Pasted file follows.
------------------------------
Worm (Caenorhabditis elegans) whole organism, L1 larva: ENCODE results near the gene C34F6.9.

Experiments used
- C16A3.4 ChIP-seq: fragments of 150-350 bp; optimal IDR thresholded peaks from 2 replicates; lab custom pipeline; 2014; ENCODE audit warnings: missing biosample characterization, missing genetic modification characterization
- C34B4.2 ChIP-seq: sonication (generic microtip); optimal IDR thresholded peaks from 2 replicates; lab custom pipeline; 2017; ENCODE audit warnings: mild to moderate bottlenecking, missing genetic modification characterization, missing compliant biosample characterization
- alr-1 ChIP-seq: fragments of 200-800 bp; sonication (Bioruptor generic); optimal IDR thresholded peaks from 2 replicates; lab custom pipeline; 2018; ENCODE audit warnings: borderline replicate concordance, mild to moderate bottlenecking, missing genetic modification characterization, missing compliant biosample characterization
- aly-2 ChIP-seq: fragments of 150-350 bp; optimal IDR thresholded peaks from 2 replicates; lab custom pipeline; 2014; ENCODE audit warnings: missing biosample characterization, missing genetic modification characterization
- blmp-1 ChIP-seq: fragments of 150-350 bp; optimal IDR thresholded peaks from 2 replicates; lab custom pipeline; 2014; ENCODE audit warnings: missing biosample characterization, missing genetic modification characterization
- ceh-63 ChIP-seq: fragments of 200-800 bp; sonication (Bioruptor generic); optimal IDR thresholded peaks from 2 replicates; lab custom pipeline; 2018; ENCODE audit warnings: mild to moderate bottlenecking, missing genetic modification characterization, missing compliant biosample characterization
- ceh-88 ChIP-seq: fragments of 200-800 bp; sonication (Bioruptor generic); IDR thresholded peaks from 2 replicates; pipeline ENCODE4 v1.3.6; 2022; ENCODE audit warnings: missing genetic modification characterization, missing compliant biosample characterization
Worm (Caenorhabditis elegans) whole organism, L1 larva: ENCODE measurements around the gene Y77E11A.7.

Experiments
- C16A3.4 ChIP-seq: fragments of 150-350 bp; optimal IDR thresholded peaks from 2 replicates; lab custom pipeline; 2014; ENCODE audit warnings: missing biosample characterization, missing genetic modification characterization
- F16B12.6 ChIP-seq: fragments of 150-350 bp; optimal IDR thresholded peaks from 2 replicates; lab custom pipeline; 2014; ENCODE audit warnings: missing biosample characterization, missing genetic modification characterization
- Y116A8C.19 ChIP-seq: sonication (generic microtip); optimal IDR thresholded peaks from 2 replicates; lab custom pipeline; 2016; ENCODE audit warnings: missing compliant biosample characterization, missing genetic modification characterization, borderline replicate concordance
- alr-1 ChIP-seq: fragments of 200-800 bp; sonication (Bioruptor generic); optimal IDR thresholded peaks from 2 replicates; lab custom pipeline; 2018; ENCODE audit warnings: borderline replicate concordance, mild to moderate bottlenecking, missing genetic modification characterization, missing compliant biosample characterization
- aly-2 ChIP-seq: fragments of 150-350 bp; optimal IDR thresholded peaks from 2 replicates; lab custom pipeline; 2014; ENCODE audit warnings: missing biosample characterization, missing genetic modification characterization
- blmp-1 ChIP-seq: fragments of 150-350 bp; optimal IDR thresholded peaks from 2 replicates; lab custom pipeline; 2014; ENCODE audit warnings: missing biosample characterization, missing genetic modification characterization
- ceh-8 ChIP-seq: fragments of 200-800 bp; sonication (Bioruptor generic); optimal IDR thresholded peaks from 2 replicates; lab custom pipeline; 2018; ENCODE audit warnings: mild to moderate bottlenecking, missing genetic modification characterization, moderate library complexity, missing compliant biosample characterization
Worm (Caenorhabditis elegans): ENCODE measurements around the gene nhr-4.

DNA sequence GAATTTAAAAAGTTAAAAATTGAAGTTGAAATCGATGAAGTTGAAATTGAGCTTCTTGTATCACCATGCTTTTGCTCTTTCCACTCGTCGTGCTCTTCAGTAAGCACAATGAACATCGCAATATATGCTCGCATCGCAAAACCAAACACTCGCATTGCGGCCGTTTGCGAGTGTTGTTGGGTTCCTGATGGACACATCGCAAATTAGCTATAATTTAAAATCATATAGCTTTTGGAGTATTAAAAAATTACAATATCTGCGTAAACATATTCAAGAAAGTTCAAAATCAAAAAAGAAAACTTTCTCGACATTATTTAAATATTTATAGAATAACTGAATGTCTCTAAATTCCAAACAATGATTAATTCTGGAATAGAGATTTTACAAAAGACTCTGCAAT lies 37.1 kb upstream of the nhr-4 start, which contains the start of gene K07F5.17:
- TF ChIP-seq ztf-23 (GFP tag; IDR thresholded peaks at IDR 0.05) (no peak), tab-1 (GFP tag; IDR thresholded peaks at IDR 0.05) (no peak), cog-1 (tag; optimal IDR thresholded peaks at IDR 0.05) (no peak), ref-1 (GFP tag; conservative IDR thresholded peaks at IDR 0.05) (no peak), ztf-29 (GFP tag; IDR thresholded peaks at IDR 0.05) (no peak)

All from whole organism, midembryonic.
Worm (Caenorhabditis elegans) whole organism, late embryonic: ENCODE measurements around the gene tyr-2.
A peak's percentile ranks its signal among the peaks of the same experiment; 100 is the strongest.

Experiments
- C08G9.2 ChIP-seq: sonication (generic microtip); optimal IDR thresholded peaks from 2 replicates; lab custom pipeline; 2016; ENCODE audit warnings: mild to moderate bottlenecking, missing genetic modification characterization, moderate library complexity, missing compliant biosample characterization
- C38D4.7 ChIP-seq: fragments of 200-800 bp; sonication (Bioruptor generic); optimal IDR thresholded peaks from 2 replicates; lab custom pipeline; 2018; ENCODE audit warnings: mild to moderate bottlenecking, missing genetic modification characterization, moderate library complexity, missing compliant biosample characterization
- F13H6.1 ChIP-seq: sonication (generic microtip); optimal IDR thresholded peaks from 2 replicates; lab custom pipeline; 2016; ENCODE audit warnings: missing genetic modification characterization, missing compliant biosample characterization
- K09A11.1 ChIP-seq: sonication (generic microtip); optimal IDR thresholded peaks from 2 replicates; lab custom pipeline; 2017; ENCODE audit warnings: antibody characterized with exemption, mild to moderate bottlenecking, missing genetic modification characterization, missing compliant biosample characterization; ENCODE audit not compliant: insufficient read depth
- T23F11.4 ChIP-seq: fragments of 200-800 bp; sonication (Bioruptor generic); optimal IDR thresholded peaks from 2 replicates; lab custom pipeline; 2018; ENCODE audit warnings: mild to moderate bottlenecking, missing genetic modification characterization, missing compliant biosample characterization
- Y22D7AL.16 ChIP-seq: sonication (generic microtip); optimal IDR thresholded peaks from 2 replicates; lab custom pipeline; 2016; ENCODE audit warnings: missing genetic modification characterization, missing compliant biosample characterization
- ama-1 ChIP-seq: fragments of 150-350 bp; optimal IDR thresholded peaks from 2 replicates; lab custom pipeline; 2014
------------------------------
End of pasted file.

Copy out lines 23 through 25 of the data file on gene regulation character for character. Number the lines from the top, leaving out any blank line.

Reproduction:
Worm (Caenorhabditis elegans) whole organism, late embryonic: ENCODE measurements around the gene tyr-2.
A peak's percentile ranks its signal among the peaks of the same experiment; 100 is the strongest.

Experiments